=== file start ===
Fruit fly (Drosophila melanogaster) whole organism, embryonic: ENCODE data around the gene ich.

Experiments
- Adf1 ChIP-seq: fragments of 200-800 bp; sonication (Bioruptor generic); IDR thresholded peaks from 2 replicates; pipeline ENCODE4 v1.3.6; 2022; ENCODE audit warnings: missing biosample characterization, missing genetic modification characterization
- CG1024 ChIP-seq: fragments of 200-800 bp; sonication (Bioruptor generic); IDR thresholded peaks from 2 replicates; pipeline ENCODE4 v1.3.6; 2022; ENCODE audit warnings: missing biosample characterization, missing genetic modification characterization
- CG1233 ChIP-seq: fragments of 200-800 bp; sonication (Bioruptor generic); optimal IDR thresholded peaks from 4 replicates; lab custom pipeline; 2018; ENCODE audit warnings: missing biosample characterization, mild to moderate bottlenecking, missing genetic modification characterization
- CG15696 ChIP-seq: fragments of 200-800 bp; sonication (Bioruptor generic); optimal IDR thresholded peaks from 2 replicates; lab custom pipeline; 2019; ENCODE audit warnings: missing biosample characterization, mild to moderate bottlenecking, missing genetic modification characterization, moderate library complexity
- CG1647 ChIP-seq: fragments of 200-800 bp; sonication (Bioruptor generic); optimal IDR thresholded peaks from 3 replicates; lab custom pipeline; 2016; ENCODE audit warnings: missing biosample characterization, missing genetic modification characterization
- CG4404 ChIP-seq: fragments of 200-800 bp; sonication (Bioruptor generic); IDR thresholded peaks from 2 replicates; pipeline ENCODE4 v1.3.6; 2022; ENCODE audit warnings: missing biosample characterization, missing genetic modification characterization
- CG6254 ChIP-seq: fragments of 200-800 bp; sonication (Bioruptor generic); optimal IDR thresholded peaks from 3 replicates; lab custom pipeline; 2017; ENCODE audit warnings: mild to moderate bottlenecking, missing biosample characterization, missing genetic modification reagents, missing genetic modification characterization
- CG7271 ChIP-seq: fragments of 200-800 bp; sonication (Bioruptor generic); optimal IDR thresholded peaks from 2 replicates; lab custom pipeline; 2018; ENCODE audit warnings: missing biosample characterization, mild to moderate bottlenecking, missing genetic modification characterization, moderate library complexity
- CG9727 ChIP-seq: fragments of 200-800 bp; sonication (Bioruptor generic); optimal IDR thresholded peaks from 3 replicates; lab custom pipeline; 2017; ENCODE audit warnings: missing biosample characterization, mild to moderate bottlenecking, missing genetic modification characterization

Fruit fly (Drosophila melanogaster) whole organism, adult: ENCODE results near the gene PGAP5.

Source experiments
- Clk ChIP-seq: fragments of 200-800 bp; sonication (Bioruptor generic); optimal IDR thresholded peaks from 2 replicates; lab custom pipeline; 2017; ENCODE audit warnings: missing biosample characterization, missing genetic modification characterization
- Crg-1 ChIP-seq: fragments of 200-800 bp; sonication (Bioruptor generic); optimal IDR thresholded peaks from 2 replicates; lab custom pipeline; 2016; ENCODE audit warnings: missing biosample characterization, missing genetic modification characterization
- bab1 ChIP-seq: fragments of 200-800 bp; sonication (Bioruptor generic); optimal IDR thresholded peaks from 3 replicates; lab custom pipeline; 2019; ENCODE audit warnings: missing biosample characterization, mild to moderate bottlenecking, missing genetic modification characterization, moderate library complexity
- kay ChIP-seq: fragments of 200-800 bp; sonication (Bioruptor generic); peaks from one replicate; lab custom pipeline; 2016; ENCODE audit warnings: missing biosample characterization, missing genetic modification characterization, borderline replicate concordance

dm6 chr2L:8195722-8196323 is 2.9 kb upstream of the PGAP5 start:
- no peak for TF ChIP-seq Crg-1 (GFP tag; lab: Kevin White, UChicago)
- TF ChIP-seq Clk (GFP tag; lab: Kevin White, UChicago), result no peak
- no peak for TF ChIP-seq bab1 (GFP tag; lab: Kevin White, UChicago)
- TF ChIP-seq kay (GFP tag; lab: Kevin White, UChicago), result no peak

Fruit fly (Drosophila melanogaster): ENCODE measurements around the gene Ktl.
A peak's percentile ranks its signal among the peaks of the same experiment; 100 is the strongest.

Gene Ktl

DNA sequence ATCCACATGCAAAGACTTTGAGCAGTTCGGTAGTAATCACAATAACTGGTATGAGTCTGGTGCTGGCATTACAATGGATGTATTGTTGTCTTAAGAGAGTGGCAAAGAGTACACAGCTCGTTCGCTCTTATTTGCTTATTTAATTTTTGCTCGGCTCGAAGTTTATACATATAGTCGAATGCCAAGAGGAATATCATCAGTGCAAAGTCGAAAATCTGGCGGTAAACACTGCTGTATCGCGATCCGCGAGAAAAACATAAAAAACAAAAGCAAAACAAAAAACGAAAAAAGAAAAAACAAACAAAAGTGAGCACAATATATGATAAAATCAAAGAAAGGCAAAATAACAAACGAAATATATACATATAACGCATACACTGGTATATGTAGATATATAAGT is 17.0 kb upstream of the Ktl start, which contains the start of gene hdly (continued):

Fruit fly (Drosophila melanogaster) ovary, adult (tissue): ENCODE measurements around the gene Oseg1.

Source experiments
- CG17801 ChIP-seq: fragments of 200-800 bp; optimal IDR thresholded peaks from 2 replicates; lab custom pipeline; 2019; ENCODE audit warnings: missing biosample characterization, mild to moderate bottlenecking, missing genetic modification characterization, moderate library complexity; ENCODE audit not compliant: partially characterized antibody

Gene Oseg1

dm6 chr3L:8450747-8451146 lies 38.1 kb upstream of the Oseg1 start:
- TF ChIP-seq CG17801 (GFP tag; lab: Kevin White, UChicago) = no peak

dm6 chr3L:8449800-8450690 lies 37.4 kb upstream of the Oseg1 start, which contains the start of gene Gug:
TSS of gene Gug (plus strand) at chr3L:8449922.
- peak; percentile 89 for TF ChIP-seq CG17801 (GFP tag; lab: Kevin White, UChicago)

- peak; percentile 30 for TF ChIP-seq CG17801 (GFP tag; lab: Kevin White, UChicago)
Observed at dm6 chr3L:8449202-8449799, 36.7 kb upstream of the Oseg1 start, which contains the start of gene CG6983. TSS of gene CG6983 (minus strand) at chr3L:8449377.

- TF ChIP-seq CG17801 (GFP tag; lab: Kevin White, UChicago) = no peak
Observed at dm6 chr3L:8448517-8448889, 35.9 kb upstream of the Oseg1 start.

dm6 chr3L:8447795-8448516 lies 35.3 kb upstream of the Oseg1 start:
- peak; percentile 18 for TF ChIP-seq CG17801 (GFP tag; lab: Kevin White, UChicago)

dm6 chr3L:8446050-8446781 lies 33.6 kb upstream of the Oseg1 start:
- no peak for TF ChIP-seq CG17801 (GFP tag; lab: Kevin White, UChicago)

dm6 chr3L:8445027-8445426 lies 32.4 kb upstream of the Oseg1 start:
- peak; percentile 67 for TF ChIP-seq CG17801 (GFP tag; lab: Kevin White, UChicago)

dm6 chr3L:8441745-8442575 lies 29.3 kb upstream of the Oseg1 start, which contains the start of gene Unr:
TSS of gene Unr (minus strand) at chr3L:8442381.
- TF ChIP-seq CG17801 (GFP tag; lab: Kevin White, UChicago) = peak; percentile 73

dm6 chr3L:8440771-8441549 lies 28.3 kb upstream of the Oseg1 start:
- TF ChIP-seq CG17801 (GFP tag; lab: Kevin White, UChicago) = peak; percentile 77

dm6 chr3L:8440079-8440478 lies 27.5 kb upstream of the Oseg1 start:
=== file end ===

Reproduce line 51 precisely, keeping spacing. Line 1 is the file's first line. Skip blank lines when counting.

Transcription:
dm6 chr3L:8440079-8440478 lies 27.5 kb upstream of the Oseg1 start: